Report shows Eagle County at normal wildfire risk for most of summer
Good fuel moisture levels, snowpack measurements and expected monsoons indicate lower wildfire risk, though high wind events cause concern
The latest 120-day fire outlook report from the Upper Colorado River Interagency Fire Management Unit shows that Eagle County is currently not at high risk for severe wildfire events in the month of May due to relatively high fuel moisture levels and snowpack measurements.
Each month, the interagency produces a risk analysis that takes into consideration drought levels, temperature, snowpack and wind reports to determine the likelihood of a severe fire event in western Colorado areas. Birch Barron, Eagle County’s director of emergency management, presented the report at the Board of County Commissioners meeting Tuesday.
“Really what we’re concerned about is what is the risk that those fires will hit fuels or conditions that are dry enough that they become these rapidly expanding fires and grow out of control,” Barron said.
At this time, conditions in Eagle County are significantly less conducive for a severe wildfire event than at the same time last year. Graphs from the National Drought Mitigation Center show that Eagle County is currently experiencing moderate drought conditions, whereas in May of 2021 the county was experiencing large areas of extreme drought and the most severe category, exceptional drought.
“Moderate drought is not something that should make anybody feel amazing, but at least we should know that we have a lot more moisture in the fuels than we did this time last year,” Barron said.
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Barron said that the county has experienced significant greening in the past few weeks, and that the rains anticipated this upcoming weekend will continue improving fuel moisture levels. A measure of snow water equivalent — a measurement that gauges the amount of liquid water contained in snowpack — shows that Eagle County was at 86% of the median measurement as of May 1. Barron said this measurement has increased in the weeks since.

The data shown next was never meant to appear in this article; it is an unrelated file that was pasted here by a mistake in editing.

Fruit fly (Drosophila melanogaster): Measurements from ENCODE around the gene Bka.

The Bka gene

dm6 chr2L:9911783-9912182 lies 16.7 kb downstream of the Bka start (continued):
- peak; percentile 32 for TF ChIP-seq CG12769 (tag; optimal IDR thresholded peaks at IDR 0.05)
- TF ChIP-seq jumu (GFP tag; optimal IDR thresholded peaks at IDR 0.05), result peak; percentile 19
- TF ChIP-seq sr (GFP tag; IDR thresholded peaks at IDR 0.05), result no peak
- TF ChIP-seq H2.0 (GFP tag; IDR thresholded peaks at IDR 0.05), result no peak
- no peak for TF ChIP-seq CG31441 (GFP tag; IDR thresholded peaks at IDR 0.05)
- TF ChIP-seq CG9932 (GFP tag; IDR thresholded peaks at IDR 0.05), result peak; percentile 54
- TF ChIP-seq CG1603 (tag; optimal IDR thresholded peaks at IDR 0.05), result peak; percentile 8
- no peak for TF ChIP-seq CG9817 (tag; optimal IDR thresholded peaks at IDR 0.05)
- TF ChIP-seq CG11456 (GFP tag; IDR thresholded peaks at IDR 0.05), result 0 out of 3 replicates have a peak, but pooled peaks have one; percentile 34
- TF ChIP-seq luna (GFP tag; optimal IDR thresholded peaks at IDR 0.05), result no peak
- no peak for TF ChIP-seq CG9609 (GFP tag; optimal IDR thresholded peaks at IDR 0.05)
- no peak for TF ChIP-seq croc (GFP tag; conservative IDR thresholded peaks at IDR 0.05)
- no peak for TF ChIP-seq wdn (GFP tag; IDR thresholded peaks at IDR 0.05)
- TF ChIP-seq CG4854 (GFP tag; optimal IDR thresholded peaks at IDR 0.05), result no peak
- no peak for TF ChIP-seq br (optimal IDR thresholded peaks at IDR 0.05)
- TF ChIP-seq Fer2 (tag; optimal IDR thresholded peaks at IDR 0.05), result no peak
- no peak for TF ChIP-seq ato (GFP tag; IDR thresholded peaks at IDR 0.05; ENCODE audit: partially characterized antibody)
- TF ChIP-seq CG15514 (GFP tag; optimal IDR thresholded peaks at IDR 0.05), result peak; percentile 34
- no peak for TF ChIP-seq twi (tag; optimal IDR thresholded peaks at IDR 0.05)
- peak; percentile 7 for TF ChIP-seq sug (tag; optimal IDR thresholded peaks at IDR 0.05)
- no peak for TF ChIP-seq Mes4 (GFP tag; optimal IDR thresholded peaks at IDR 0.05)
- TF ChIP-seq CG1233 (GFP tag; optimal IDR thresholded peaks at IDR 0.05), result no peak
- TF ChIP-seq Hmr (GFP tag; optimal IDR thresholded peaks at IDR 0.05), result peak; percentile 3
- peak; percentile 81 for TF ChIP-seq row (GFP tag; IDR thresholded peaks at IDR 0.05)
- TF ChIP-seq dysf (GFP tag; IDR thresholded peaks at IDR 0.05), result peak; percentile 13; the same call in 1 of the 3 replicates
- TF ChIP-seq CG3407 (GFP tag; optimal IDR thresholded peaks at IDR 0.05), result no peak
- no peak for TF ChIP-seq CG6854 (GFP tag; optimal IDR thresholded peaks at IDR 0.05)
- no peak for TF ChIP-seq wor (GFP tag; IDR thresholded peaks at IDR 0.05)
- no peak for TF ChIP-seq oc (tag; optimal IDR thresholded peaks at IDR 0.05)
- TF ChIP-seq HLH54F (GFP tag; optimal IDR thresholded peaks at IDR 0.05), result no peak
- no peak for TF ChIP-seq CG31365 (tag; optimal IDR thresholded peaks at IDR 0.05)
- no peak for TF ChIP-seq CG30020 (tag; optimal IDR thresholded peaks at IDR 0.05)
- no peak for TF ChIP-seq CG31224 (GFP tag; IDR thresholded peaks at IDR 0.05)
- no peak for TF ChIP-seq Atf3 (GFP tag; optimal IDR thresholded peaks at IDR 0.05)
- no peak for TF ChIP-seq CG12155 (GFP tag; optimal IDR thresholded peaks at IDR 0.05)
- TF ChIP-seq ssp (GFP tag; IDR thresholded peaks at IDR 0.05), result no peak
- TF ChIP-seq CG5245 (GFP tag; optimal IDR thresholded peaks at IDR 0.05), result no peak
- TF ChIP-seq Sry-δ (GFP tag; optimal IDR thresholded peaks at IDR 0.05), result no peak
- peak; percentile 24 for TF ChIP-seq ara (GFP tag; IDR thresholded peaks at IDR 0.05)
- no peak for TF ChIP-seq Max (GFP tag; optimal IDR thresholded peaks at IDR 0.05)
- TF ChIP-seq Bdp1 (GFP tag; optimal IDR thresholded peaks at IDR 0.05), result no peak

“We’re below median, but not really far below median as we have been in the last couple of years, where we’ve seen a lot of really, really dry fuels out there,” Barron said.
As of now, the primary source of concern for wildfire conditions are the frequent high wind events taking place across the state. A graph from the Boulder National Weather Service shows that the area has experienced the second highest number of high wind events in this time period since 2005. Barron said that data tracking high wind events in Eagle County is already out of date due to how many events have occurred in the past two weeks alone.
“This year has absolutely been an example of wind-driven fire events, both in our own Duck Pond Fire, as well as other fires that have started out in Colorado Springs,” Barron said.
Taking all of this information into consideration, the Upper Colorado River Interagency Fire Management Unit has determined that Eagle County is at normal significant fire potential for the month of May, predicts that it will be at above normal significant fire potential for the month of June, and that it will return to normal significant fire potential in the months of July and August due to models that predict an early monsoon season.
“Take that with the grain of salt that you always take weather forecasts, but at least right now the focus is on June, when we start to see these fuels dry out and that warmer temperature comes in,” Barron said.
The Upper Colorado River Interagency Fire Management Unit releases an updated 120-day fire outlook report every month.